Ghost of X-Mas Past!
Credits: Steve Seagle (writer), Chris Bachalo (penciler), Thibert/Townsend/Sowd (inkers), Liquid! & Monica Kubina (colors), Comicraft (letters)
Summary: A voice calls out to Colossus on Christmas Eve night. As he wanders the mansion investigating, his sketches disappear from his drawing table, and return with a fairy tale written on them. Finally, Colossus follows the voice to the attic, where a teleportation ring takes him to a ghost world. There, he meets the ghost of his sister, Illyana. She asks him to “remember” and then disappears. Colossus realizes that he’s left her photos unpacked with the rest of his belongings. He pulls out her picture, and the voice finally says goodbye. The next morning, Marrow reveals that she wrote the fairy tale because she wanted to collaborate with him.
Continuity Note: Obviously, this story was written when Illyana was still dead. She tells Colossus that “the powers in charge” won’t let her outright tell him what she wants him to do. If she speaks about it directly, she’ll lose her “chance to move on”. I don’t know if these were meant to be hints for a future storyline, or just generic references to the afterlife (it’s hard to tell in comics, after all).
Review: It’s a one-shot Christmas story, so it’s not surprising that this is a sentimental, quiet issue. Most of the story consists of conversation scenes between the team members, reminding me of the “quiet” issues of Lobdell’s run. While Lobdell seemed to be content with just the conversation scenes, Seagle tries to work a short story around the conversations. It’s not particularly deep, but it’s a nice acknowledgment of Colossus’ past, and helps to make him feel like a real member of the team and not an editorial add-on. Revealing that Marrow, and not the ghost, was the one stealing his sketches is another nice touch. This is the final issue for both Seagle and Bachalo, although the only acknowledgement of this comes from a cartoon of the creators on the bottom of the final page. Bachalo’s work here isn’t as strong as his previous Generation X run, but it is a marked improvement over his more recent issues of this series. Seagle’s exit caused quite a stir online at the time, as most fans were convinced that he was chased away by overbearing editors. It’s hard to judge his run as a whole since it mostly consists of setups for storylines that were never resolved, and the stories that were resolved were rushed and unsatisfying. I’m sure he had the potential to do greater work, but I have to admit that the stories become more coherent after his exit.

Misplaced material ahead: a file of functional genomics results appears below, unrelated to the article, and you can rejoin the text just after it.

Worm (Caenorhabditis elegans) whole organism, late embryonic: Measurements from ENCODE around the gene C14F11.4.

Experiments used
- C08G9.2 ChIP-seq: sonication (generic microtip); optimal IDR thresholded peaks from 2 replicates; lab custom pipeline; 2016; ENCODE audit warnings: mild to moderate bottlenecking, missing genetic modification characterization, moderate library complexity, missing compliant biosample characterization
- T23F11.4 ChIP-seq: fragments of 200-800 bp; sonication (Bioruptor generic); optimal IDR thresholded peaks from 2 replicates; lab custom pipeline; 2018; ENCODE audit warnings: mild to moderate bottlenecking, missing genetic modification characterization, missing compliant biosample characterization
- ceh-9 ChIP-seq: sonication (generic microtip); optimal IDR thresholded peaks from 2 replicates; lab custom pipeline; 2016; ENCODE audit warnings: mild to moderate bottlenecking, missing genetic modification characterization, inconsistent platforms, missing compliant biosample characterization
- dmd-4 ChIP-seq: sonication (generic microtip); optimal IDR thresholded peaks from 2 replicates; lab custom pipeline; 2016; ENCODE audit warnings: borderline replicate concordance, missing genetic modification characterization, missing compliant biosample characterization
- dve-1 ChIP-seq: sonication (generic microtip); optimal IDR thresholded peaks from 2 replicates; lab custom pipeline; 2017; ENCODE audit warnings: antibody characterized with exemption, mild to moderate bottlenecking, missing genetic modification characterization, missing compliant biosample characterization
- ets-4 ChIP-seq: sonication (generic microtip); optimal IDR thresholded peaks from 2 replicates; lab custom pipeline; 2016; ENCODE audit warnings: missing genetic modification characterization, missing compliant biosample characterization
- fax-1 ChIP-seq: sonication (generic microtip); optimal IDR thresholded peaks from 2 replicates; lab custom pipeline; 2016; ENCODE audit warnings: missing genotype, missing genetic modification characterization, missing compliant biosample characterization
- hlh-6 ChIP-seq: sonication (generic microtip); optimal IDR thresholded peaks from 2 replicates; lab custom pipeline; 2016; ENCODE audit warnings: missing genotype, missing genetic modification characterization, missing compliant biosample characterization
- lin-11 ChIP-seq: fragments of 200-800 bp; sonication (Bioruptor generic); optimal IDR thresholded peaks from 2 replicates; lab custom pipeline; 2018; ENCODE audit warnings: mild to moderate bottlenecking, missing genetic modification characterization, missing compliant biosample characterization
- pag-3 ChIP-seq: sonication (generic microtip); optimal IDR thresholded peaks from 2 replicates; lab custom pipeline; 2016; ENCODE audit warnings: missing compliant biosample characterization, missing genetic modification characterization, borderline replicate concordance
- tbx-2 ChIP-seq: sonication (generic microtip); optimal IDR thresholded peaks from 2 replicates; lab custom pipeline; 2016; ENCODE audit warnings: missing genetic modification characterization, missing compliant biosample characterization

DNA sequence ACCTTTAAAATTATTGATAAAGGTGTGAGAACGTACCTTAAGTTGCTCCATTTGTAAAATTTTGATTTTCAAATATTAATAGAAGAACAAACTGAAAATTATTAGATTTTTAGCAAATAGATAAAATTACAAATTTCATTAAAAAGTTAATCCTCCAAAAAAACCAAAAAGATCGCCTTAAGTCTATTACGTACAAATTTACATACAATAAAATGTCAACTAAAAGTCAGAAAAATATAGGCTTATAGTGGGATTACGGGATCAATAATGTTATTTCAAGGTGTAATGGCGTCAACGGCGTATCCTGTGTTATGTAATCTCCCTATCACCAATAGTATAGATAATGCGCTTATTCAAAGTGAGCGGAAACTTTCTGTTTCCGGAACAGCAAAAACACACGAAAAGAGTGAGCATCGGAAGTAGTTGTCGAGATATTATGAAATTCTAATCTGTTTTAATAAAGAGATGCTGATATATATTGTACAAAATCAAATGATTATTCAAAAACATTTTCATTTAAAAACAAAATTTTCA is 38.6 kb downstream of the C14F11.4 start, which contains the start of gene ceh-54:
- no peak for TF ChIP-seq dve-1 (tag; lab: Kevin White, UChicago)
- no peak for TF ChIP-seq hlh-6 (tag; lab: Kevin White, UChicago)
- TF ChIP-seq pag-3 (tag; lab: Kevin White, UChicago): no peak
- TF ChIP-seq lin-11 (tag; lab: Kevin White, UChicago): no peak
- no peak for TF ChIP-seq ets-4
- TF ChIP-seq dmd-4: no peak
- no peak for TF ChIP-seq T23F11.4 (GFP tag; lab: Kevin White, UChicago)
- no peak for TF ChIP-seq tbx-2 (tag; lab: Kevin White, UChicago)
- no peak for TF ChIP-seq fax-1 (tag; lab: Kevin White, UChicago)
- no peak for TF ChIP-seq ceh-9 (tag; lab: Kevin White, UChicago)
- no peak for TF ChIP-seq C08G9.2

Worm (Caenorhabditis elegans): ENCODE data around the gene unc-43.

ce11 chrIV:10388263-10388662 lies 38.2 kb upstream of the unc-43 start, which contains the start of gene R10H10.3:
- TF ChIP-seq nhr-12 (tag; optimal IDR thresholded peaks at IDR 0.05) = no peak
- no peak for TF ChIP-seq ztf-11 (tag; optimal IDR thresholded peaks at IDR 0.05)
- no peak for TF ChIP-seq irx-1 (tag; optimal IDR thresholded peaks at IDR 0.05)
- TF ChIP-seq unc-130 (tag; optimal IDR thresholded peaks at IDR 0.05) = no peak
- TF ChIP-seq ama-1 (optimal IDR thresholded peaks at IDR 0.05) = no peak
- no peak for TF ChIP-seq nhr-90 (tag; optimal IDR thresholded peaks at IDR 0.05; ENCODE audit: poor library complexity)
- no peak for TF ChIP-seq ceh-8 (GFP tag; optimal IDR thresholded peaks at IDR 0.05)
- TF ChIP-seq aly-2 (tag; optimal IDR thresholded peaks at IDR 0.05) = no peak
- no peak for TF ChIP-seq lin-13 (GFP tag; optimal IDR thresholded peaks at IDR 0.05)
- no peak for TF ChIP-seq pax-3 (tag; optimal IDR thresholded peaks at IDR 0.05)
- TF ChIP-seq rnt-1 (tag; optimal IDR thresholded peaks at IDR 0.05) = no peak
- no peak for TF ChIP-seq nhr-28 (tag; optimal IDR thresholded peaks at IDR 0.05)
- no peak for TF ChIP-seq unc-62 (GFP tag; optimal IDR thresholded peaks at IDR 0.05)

A Tale of Two Mutants
Credits: Joe Kelly (writer), Alan Davis (penciler), Mark Farmer (inker), Liquid! Graphics (colors), Comicraft (letters)
Summary: Magneto disguises himself as a civilian and talks to “average citizen” William Jones in order to learn his thoughts on mutants. Magneto is surprised to discover that William is unwilling to condemn all mutants by the actions of a few. When William turns the conversation towards Hitler, an enraged Magneto lashes out and reveals himself. Terrified, William responds to Magneto’s prodding and tells him that he wants him dead. Magneto, satisfied by the response, returns to the North Pole and enacts his new plan. Meanwhile, the X-Men rescue babies from a burning hospital, but are targeted by the local police. Xavier fears that he must control the officer’s minds, but Storm manages to calm them down, reviving Xavier’s faith in his dream.
Review: This is a transition issue, as Joe Kelly exists while Alan Davis debuts. Kelly goes out on what is likely his strongest issue, with a simple, yet clever, Magneto piece that’s vastly superior to most of the post-Claremont Magneto stories. The final result has Magneto firmly as a villain again, but at least the story attempts to justify his point of view, rather than presenting him as the one-note psychopath he’s become by this point. The portrayal of the average citizen not as a bigot, but as someone with real fears, is also a nice twist.
The Magneto story is intercut with a fairly mundane “X-Men rescue civilians” story, which predictably has Xavier regaining faith in his dream after briefly doubting it. Kelly adds a little edge, as Xavier is reassured of his belief in humanity while Magneto’s negative point of view is confirmed (at least in his mind). This is really an entire issue used to tease the next crossover, but the execution is very well done. Alan Davis’ art is great as usual, and it will remain one of the selling points of the book for the next year.